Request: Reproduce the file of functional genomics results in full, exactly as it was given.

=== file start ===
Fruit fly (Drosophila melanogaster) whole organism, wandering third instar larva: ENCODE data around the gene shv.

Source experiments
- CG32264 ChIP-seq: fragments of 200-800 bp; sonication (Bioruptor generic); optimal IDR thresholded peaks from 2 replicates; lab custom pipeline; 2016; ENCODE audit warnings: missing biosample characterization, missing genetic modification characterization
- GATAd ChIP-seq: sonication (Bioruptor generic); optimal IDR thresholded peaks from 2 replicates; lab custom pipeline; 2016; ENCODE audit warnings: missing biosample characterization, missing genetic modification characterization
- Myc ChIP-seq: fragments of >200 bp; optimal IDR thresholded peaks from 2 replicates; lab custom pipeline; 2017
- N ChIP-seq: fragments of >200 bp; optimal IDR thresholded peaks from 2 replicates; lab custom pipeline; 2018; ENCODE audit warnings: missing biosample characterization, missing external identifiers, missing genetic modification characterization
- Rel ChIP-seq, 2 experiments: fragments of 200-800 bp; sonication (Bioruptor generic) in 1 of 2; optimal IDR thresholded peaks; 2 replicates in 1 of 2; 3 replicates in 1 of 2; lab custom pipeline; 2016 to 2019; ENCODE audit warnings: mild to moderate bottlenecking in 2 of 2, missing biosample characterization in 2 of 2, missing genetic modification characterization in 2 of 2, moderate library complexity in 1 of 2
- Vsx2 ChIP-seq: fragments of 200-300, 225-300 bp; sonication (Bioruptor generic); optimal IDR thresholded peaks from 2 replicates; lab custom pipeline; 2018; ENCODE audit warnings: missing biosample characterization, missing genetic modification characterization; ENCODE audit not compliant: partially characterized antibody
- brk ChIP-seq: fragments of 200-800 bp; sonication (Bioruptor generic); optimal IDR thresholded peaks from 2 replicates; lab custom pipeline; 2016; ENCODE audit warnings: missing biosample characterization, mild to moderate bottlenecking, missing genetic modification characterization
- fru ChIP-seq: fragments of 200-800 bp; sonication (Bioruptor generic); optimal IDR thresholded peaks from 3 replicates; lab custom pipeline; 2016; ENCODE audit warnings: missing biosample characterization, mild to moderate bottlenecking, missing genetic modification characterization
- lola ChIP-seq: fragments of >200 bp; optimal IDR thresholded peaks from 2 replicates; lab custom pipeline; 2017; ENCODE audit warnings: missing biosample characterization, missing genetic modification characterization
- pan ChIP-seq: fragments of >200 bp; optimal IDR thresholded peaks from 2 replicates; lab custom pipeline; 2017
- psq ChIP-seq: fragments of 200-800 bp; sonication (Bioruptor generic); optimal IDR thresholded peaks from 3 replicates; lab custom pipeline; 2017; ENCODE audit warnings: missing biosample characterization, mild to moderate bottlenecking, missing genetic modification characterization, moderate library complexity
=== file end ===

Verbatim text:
Fruit fly (Drosophila melanogaster) whole organism, wandering third instar larva: ENCODE data around the gene shv.

Source experiments
- CG32264 ChIP-seq: fragments of 200-800 bp; sonication (Bioruptor generic); optimal IDR thresholded peaks from 2 replicates; lab custom pipeline; 2016; ENCODE audit warnings: missing biosample characterization, missing genetic modification characterization
- GATAd ChIP-seq: sonication (Bioruptor generic); optimal IDR thresholded peaks from 2 replicates; lab custom pipeline; 2016; ENCODE audit warnings: missing biosample characterization, missing genetic modification characterization
- Myc ChIP-seq: fragments of >200 bp; optimal IDR thresholded peaks from 2 replicates; lab custom pipeline; 2017
- N ChIP-seq: fragments of >200 bp; optimal IDR thresholded peaks from 2 replicates; lab custom pipeline; 2018; ENCODE audit warnings: missing biosample characterization, missing external identifiers, missing genetic modification characterization
- Rel ChIP-seq, 2 experiments: fragments of 200-800 bp; sonication (Bioruptor generic) in 1 of 2; optimal IDR thresholded peaks; 2 replicates in 1 of 2; 3 replicates in 1 of 2; lab custom pipeline; 2016 to 2019; ENCODE audit warnings: mild to moderate bottlenecking in 2 of 2, missing biosample characterization in 2 of 2, missing genetic modification characterization in 2 of 2, moderate library complexity in 1 of 2
- Vsx2 ChIP-seq: fragments of 200-300, 225-300 bp; sonication (Bioruptor generic); optimal IDR thresholded peaks from 2 replicates; lab custom pipeline; 2018; ENCODE audit warnings: missing biosample characterization, missing genetic modification characterization; ENCODE audit not compliant: partially characterized antibody
- brk ChIP-seq: fragments of 200-800 bp; sonication (Bioruptor generic); optimal IDR thresholded peaks from 2 replicates; lab custom pipeline; 2016; ENCODE audit warnings: missing biosample characterization, mild to moderate bottlenecking, missing genetic modification characterization
- fru ChIP-seq: fragments of 200-800 bp; sonication (Bioruptor generic); optimal IDR thresholded peaks from 3 replicates; lab custom pipeline; 2016; ENCODE audit warnings: missing biosample characterization, mild to moderate bottlenecking, missing genetic modification characterization
- lola ChIP-seq: fragments of >200 bp; optimal IDR thresholded peaks from 2 replicates; lab custom pipeline; 2017; ENCODE audit warnings: missing biosample characterization, missing genetic modification characterization
- pan ChIP-seq: fragments of >200 bp; optimal IDR thresholded peaks from 2 replicates; lab custom pipeline; 2017
- psq ChIP-seq: fragments of 200-800 bp; sonication (Bioruptor generic); optimal IDR thresholded peaks from 3 replicates; lab custom pipeline; 2017; ENCODE audit warnings: missing biosample characterization, mild to moderate bottlenecking, missing genetic modification characterization, moderate library complexity